Organization and Management

Starting your own business is no small feat. You will need to determine how your business will be structured and organized, and who will manage (or help manage) your business. You will need to be able to convey this to others who are involved as well.

  • What is the legal structure of your business? Will it be a sole proprietorship, partnership, corporation, trust, limited liability company, or other type of entity?
  • What help will you need in operating and managing your farm or ranch?
  • What other resources, such as a mentor or community-based organization , do you plan to use?

Marketing is a valuable tool for businesses. It can help your businesses increase brand awareness, engagement and sales. It is important to narrow down your target audience and think about what you are providing that others cannot.

  • What are you going to produce ?
  • Who is your target consumer ?
  • Is there demand for what you are planning to produce?
  • What is the cost of production?
  • How much will you sell it for and when do you expect to see profit ?
  • How will you get your product to consumers ? What are the transportation costs and requirements?
  • How will you market your products?
  • Do you know the relevant federal, state, and local food safety regulations? What licensing do you need for your operation?

Today there are many types of land, tools, and resources to choose from. You will need to think about what you currently have and what you will need to obtain to achieve your goals.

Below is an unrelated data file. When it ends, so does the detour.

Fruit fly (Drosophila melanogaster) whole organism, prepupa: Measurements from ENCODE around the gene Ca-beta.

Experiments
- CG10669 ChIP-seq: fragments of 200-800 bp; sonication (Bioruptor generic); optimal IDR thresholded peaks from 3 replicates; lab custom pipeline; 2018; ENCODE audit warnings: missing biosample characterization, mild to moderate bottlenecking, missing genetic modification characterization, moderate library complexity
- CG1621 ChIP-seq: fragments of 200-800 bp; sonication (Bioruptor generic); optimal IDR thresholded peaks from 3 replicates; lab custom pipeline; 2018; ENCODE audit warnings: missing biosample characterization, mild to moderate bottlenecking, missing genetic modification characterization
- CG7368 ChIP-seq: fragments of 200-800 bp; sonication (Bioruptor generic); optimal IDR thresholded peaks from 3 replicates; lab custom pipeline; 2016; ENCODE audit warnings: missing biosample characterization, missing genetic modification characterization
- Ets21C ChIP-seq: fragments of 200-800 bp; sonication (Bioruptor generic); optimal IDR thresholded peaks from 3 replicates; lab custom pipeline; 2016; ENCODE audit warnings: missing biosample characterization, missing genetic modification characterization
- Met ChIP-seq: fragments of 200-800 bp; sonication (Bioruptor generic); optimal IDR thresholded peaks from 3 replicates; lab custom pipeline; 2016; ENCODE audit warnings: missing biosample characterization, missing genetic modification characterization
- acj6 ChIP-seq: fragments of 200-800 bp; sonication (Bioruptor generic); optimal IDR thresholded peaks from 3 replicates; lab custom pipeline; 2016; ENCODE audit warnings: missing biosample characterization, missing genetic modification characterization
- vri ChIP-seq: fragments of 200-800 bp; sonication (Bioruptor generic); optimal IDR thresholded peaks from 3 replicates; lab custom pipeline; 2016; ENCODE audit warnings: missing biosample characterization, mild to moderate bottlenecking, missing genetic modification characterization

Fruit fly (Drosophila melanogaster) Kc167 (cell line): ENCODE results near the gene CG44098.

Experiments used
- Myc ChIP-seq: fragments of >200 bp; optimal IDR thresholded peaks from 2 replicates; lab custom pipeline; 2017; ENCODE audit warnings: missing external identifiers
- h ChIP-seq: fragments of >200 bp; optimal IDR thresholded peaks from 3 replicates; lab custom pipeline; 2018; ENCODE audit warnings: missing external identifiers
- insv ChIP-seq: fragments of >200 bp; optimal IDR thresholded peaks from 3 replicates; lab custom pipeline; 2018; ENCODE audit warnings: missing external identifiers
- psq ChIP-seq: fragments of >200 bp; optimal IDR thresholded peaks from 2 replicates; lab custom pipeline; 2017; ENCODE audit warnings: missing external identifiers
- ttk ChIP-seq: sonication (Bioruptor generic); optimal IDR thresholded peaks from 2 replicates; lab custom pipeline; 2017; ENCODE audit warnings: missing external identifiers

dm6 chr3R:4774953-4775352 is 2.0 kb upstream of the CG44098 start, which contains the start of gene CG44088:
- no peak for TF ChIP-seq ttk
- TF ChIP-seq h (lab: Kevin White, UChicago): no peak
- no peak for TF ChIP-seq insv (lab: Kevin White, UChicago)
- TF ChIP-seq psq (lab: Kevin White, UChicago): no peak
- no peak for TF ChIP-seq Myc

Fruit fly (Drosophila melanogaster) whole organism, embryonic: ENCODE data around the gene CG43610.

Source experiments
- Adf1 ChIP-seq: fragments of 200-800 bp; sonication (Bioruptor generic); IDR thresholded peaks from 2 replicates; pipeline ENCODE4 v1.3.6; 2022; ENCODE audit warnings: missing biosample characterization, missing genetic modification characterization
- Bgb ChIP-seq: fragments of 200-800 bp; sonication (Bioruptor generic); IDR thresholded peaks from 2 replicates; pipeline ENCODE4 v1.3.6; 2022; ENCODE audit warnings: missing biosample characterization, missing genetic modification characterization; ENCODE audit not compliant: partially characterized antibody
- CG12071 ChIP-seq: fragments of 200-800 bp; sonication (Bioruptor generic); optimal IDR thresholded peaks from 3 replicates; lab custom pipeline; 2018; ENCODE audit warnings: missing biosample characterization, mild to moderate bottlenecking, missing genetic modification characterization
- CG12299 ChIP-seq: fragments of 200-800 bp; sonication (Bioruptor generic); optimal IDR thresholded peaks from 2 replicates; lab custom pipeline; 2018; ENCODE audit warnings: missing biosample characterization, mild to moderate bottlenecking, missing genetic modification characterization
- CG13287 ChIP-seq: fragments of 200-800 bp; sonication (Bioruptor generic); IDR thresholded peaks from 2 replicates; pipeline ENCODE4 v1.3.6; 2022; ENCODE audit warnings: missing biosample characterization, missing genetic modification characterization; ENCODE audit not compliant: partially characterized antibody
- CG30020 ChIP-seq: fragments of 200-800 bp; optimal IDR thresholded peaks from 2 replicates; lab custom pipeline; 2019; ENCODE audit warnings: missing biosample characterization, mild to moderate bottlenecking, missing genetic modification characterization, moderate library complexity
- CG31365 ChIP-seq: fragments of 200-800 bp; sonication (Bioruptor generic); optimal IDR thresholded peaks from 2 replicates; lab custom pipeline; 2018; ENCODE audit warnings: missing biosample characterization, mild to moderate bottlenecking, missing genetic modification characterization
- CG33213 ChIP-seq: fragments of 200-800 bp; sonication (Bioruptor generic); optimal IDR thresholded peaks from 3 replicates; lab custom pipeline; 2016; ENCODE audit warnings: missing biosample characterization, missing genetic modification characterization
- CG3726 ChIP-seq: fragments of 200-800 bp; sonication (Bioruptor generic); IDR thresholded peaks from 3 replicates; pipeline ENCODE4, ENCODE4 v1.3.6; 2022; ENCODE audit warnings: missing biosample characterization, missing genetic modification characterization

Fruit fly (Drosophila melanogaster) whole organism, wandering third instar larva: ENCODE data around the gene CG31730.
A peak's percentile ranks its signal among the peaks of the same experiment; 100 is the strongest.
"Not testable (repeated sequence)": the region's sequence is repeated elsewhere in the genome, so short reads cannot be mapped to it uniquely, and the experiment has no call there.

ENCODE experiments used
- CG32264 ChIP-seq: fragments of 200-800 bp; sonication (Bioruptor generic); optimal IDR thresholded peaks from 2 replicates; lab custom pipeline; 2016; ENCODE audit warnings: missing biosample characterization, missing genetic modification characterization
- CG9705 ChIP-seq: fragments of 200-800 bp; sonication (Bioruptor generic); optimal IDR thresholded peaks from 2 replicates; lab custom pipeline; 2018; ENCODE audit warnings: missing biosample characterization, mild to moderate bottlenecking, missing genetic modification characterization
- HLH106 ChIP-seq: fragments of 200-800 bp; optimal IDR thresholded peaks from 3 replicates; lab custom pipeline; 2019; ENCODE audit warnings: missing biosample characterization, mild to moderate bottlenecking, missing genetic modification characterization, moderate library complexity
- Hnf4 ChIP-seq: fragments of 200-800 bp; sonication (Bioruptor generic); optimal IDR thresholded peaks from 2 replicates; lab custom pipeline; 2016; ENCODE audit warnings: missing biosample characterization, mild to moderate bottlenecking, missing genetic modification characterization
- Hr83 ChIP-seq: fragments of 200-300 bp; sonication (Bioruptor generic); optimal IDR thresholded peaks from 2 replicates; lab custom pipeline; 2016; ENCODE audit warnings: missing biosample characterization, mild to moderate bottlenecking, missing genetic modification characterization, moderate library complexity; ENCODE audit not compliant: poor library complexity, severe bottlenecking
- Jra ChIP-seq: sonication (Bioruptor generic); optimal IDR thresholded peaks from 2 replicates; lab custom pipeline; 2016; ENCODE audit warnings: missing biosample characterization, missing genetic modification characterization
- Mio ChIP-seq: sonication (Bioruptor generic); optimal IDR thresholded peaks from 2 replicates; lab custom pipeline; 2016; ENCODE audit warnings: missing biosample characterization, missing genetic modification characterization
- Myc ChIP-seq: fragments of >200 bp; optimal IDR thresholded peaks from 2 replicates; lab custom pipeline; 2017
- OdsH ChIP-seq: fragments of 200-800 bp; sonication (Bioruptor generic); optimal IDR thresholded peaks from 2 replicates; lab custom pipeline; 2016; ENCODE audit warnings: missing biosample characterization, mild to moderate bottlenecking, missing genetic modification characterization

• What resources do you have or will you need for your business?
  • Do you already have access to farmland ? If not, do you plan to lease, rent, or purchase land?
  • What equipment do you need?
  • Is the equipment and real estate that you own or rent adequate to conduct your operation? If not, how do you plan to address those needs?
  • Will you be implementing any conservation practices to sustain your operation?
  • What types of workers will you need to operate the farm?
  • What additional resources do you need?

Now that you have an idea of what you are going to provide and what you will need to run your operation you will need to consider the finances of your operation.

  • How will you finance the business?
  • What are your current assets (property or investments you own) and liabilities (debts, loans, or payments you owe)?
  • Will the income you generate be sufficient to pay your operating expenses, living expenses, and loan payments?
  • What other sources of income are available to supplement your business income?
  • What business expenses will you incur?
  • What family living expenses do you pay?
  • What are some potential risks or challenges you foresee for your operation? How will you manage those risks?
  • How will you measure the success of your business?

Farm Business Plan Worksheets